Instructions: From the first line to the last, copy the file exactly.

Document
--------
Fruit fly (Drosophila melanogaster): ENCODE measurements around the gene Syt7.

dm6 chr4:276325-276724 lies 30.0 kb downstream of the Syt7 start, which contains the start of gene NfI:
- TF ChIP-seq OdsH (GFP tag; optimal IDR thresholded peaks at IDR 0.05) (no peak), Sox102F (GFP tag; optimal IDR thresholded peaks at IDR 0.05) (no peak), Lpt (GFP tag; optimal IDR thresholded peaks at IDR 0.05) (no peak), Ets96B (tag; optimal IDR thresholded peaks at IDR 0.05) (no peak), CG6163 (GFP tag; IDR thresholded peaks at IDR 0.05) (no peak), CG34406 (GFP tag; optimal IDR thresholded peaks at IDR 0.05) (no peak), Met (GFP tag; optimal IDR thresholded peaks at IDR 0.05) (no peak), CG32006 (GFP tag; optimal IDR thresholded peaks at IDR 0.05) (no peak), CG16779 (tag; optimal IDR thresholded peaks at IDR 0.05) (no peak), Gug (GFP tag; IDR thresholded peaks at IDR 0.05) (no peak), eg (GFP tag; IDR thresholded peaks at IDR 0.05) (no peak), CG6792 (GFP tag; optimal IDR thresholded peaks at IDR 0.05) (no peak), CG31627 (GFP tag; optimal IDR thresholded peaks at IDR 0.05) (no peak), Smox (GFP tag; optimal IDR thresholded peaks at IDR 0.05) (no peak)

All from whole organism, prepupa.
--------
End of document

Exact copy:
Fruit fly (Drosophila melanogaster): ENCODE measurements around the gene Syt7.

dm6 chr4:276325-276724 lies 30.0 kb downstream of the Syt7 start, which contains the start of gene NfI:
- TF ChIP-seq OdsH (GFP tag; optimal IDR thresholded peaks at IDR 0.05) (no peak), Sox102F (GFP tag; optimal IDR thresholded peaks at IDR 0.05) (no peak), Lpt (GFP tag; optimal IDR thresholded peaks at IDR 0.05) (no peak), Ets96B (tag; optimal IDR thresholded peaks at IDR 0.05) (no peak), CG6163 (GFP tag; IDR thresholded peaks at IDR 0.05) (no peak), CG34406 (GFP tag; optimal IDR thresholded peaks at IDR 0.05) (no peak), Met (GFP tag; optimal IDR thresholded peaks at IDR 0.05) (no peak), CG32006 (GFP tag; optimal IDR thresholded peaks at IDR 0.05) (no peak), CG16779 (tag; optimal IDR thresholded peaks at IDR 0.05) (no peak), Gug (GFP tag; IDR thresholded peaks at IDR 0.05) (no peak), eg (GFP tag; IDR thresholded peaks at IDR 0.05) (no peak), CG6792 (GFP tag; optimal IDR thresholded peaks at IDR 0.05) (no peak), CG31627 (GFP tag; optimal IDR thresholded peaks at IDR 0.05) (no peak), Smox (GFP tag; optimal IDR thresholded peaks at IDR 0.05) (no peak)

All from whole organism, prepupa.